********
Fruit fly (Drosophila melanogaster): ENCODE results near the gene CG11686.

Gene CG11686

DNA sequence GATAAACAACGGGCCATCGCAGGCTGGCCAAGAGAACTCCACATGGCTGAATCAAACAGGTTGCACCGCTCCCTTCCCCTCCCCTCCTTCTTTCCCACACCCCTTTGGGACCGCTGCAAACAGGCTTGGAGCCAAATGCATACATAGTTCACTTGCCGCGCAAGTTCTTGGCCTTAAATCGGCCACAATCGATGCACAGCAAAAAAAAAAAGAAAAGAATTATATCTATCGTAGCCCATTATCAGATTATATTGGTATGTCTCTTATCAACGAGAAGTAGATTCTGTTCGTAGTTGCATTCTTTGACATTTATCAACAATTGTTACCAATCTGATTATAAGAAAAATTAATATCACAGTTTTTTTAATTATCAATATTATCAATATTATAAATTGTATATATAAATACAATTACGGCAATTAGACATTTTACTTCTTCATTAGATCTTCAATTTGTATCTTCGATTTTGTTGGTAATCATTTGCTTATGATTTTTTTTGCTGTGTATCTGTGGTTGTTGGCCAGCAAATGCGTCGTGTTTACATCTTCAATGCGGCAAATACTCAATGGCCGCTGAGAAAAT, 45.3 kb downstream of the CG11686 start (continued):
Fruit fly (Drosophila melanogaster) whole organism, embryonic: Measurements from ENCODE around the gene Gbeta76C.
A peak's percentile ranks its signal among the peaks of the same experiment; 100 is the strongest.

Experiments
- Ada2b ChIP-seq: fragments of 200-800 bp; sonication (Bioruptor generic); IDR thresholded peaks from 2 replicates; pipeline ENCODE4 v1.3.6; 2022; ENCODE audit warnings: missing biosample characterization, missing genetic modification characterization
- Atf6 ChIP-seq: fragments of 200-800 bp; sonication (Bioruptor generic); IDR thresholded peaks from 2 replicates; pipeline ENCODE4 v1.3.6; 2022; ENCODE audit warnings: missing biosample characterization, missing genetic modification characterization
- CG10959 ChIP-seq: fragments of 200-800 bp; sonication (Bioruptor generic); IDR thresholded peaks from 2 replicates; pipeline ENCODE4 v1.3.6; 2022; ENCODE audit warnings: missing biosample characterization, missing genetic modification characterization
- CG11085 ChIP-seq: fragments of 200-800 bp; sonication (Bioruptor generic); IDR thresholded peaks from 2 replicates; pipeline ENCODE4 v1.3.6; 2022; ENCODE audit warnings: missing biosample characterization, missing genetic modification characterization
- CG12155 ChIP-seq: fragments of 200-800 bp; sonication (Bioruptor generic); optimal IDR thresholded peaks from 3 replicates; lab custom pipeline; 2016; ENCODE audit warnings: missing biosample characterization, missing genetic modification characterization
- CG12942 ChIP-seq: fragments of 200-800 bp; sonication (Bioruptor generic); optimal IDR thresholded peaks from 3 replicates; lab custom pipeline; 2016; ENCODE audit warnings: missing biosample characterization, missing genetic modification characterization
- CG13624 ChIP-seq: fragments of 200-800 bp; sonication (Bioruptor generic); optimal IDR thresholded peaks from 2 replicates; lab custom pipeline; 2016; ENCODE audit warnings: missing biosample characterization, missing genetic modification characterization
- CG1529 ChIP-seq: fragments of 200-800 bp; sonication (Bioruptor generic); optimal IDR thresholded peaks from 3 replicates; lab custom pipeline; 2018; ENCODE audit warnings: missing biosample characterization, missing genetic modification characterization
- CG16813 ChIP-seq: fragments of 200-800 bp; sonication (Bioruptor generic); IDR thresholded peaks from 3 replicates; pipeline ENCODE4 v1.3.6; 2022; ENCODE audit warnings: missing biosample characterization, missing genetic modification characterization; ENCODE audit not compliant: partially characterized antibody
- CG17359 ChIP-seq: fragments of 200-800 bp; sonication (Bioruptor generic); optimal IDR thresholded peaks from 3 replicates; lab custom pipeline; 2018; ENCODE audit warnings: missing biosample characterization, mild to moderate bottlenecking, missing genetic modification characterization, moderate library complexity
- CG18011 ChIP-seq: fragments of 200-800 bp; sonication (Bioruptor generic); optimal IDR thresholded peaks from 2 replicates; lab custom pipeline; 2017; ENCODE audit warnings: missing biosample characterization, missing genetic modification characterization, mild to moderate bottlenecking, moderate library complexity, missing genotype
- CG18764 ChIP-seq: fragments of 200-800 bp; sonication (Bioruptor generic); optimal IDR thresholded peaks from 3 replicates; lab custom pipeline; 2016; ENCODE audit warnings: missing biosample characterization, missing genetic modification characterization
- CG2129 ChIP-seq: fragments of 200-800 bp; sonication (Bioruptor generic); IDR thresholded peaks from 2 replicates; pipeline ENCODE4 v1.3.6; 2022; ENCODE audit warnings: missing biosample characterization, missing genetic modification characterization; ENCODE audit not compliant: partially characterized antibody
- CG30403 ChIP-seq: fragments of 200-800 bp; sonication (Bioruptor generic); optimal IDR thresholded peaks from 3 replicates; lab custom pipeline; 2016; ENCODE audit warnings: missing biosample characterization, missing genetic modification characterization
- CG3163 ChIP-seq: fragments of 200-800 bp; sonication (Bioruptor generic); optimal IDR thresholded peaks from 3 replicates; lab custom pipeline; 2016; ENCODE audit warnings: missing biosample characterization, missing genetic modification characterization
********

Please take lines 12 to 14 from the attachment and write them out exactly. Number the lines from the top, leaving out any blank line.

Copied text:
- CG12942 ChIP-seq: fragments of 200-800 bp; sonication (Bioruptor generic); optimal IDR thresholded peaks from 3 replicates; lab custom pipeline; 2016; ENCODE audit warnings: missing biosample characterization, missing genetic modification characterization
- CG13624 ChIP-seq: fragments of 200-800 bp; sonication (Bioruptor generic); optimal IDR thresholded peaks from 2 replicates; lab custom pipeline; 2016; ENCODE audit warnings: missing biosample characterization, missing genetic modification characterization
- CG1529 ChIP-seq: fragments of 200-800 bp; sonication (Bioruptor generic); optimal IDR thresholded peaks from 3 replicates; lab custom pipeline; 2018; ENCODE audit warnings: missing biosample characterization, missing genetic modification characterization